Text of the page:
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Transit of Venus 2012 June 5-6


Transit of Venus 2012 June 5-6

Attached are the Mathcad 14-15 worksheet and input data file used to generate the "Transit of Venus 2012 June 5-6" animation (video) that I posted on February 2, 2012. This is an astronomically rigorous calculation based upon accurate geocentric ephemerides of the Sun and Venus.

If you have not heard about this astronomical event elsewhere, surely you will, for two reasons! Because (1) this is the last transit of the Sun by Venus that anyone now living is likely to ever see. The next pair of Venus transits will occur on 2117 December 11 and on 2125 December 8. And (2) it will be easy to observe (weather permitting) as well as rare.

All you will need is an inexpensive pair of "eclipse glasses," or you can construct a "pinhole camera." But telescopic observation is also possible, with a full-aperture solar filter.

So check out the worksheet and video and be watching your local news media as we approach the month of June 2012.

CAUTION: Never look directly at the disk of the Sun without approved eclipse glasses. Never point a telescope at the Sun without a full-aperture solar filter properly affixed over the objective lens. Further, the finder scope's objective lens should be blocked with a piece of aluminum foil unless it, too, has an approved solar filter properly affixed.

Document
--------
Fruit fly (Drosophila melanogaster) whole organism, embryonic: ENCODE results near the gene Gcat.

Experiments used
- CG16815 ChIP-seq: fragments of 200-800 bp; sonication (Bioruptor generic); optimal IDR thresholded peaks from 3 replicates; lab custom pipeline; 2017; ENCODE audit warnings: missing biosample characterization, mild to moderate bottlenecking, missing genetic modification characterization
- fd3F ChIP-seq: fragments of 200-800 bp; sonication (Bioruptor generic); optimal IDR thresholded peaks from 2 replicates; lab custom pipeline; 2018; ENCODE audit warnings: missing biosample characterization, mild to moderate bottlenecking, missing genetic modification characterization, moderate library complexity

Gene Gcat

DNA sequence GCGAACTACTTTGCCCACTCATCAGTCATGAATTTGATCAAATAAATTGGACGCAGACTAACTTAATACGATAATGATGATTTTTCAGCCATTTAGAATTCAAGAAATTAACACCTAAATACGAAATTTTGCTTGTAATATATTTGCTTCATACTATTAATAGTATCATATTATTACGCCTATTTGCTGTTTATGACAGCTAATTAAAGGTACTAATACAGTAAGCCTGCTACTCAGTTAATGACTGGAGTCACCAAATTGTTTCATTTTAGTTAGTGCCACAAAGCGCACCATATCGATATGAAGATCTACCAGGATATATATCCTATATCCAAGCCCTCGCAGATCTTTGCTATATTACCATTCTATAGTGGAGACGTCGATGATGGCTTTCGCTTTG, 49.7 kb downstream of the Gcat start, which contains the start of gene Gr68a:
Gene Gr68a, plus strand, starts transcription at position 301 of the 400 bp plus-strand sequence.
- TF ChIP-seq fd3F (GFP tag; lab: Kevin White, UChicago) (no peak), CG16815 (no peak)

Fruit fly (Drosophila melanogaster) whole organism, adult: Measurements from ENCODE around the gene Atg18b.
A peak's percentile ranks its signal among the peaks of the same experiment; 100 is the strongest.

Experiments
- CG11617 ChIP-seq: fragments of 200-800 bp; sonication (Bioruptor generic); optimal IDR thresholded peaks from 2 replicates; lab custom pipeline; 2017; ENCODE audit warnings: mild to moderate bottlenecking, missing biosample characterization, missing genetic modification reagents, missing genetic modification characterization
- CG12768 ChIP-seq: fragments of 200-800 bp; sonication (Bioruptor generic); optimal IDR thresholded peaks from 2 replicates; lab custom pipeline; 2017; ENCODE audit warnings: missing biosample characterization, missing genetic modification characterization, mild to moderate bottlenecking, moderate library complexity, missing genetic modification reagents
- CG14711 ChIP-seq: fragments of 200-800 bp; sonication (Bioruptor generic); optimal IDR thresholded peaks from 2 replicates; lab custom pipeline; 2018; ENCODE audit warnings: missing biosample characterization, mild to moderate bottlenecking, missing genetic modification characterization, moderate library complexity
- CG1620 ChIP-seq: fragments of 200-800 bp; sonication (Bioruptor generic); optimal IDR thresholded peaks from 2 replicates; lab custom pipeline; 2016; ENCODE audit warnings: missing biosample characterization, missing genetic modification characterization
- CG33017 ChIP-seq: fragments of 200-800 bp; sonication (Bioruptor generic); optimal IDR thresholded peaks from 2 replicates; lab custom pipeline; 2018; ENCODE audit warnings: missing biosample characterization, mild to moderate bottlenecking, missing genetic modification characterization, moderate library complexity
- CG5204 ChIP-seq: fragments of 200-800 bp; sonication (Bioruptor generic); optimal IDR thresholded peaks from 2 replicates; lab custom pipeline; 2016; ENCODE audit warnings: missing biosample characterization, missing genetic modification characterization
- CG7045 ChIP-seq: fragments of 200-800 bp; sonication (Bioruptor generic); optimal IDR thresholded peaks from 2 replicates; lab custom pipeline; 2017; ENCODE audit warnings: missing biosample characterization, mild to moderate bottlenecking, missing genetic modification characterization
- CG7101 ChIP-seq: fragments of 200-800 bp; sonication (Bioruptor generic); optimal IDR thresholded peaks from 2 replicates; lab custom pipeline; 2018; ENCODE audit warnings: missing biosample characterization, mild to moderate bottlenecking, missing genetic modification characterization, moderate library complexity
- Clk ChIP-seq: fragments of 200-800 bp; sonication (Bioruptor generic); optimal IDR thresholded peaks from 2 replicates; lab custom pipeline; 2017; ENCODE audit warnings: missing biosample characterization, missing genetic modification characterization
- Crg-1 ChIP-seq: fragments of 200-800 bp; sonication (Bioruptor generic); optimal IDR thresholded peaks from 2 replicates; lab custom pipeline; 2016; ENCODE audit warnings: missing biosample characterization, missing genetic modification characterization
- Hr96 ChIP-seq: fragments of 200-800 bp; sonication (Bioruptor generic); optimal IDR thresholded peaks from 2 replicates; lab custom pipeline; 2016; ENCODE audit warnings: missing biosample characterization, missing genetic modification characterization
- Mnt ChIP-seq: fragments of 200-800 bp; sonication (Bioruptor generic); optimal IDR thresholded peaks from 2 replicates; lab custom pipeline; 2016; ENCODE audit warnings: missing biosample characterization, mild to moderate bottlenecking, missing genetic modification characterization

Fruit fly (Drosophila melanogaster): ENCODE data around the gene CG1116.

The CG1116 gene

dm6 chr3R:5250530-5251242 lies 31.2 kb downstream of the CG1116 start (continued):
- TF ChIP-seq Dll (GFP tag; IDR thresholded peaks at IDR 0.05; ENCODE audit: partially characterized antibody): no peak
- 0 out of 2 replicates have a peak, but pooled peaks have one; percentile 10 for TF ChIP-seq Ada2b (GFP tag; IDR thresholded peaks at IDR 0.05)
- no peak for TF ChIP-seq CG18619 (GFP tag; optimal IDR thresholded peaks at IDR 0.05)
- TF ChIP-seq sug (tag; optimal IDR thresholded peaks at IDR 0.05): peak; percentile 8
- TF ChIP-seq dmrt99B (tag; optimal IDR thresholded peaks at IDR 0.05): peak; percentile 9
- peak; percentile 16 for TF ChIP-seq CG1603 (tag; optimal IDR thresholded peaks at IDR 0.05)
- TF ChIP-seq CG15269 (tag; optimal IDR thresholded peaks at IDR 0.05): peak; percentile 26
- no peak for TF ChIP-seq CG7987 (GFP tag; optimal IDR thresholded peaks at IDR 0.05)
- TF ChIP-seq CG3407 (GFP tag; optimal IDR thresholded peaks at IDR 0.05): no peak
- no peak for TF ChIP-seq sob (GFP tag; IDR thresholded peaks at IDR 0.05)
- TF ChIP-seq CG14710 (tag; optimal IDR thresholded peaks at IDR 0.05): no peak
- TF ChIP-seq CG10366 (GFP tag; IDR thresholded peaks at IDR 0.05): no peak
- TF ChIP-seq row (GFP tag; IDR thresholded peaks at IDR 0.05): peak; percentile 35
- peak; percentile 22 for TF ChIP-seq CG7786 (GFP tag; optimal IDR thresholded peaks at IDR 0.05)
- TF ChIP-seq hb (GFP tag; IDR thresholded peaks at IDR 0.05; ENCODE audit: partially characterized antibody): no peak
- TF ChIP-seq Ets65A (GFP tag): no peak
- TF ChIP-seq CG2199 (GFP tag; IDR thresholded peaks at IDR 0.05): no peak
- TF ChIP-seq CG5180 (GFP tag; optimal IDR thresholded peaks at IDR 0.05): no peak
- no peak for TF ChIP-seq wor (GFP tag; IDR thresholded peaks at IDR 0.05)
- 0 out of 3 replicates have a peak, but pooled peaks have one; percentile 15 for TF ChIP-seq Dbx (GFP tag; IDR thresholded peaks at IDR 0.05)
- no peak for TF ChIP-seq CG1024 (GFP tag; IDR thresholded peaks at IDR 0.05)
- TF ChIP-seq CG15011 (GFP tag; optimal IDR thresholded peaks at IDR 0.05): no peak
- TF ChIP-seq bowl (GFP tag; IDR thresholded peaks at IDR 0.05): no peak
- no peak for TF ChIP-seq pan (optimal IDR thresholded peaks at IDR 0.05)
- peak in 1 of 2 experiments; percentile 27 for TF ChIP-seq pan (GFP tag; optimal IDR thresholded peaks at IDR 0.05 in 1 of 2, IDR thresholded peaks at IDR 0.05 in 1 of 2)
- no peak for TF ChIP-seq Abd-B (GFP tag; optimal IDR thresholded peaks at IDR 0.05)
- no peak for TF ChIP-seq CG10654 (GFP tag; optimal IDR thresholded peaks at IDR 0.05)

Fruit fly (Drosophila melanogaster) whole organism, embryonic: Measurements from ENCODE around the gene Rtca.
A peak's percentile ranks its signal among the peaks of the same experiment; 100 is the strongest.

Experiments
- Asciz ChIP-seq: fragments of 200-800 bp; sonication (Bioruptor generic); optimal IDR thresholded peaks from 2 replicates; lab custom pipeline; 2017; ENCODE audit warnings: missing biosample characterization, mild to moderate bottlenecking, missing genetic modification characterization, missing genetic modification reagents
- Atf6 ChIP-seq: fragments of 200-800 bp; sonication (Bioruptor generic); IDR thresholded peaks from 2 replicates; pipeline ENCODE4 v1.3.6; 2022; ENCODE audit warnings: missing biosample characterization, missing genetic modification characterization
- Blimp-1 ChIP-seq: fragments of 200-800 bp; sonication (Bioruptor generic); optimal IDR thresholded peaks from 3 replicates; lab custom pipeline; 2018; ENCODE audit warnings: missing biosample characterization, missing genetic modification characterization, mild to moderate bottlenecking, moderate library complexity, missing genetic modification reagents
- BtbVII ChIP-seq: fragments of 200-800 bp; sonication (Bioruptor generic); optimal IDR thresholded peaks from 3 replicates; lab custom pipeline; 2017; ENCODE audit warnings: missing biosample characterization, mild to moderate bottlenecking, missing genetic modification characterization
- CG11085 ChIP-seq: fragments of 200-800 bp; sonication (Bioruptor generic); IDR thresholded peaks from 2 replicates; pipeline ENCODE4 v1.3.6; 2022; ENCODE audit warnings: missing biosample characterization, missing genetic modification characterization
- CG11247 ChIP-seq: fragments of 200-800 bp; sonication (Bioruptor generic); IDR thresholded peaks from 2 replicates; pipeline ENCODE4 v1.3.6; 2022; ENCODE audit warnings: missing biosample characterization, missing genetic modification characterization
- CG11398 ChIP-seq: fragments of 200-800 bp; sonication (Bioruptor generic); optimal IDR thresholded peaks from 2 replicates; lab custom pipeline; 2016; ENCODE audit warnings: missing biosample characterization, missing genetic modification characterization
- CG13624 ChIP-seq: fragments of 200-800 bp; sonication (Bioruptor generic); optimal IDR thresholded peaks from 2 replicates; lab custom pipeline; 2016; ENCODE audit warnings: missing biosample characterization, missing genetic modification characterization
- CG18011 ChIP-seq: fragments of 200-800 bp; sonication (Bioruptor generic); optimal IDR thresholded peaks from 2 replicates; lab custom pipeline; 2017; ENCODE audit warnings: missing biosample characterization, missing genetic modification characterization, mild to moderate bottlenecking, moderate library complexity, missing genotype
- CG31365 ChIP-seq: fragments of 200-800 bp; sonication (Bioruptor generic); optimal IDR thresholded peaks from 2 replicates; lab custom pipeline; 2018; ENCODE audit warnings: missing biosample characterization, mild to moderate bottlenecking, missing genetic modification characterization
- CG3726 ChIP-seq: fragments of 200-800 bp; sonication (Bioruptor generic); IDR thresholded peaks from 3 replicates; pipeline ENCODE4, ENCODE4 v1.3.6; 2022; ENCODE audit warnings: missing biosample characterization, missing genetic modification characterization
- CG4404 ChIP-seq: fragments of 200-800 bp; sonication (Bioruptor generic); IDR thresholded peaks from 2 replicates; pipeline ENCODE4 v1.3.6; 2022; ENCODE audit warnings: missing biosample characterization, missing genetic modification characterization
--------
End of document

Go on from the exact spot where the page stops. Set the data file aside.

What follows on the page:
Any questions? First PlanetPTC member to respond gets the points.

Roger Mansfield

P.S. When you view the video, do as PlanetPTC member Kevin Bradberry suggests and click the box in the lower right of the video viewer to obtain the more legible full-screen animation.


Accepted Solutions

Roger, hello!

Well, I have one: could you please advise a telescope for amateur astronomical observations? Maybe from Meade or Celestron models?

View solution in original post


Thank you for this Mathcad worksheet.


You are quite welcome -- do you have any questions?


P.S. Attached is a .pdf version of the worksheet, in case you don't have Mathcad handy.

Roger, hello!

Well, I have one: could you please advise a telescope for amateur astronomical observations? Maybe from Meade or Celestron models?


Good question -- I myself have an 8" Celestron with a full-aperture solar filter. To see the disk of the Sun, I take out the eyepiece and hold a piece of white paper at the prime focus of the telescope, adjusted to lie a few tens of centimeters behind the back of the optical tube assembly. BUT ... this is the hard way!

You don't have to buy a telescope to view a solar eclipse or even this transit. Make a pinhole camera! Here are two links that show in detail how to do so. The first is from Wikipedia, and the second is from San Francisco's Exploratorium:


Thanks for the explanation. I want to buy a telescope, not only to observe a solar eclipse . You are using a model of "Celestron 8 Inch CPC Schmidt-Cassegrain Telescope?" Is it possible for such a model using the camera mounting?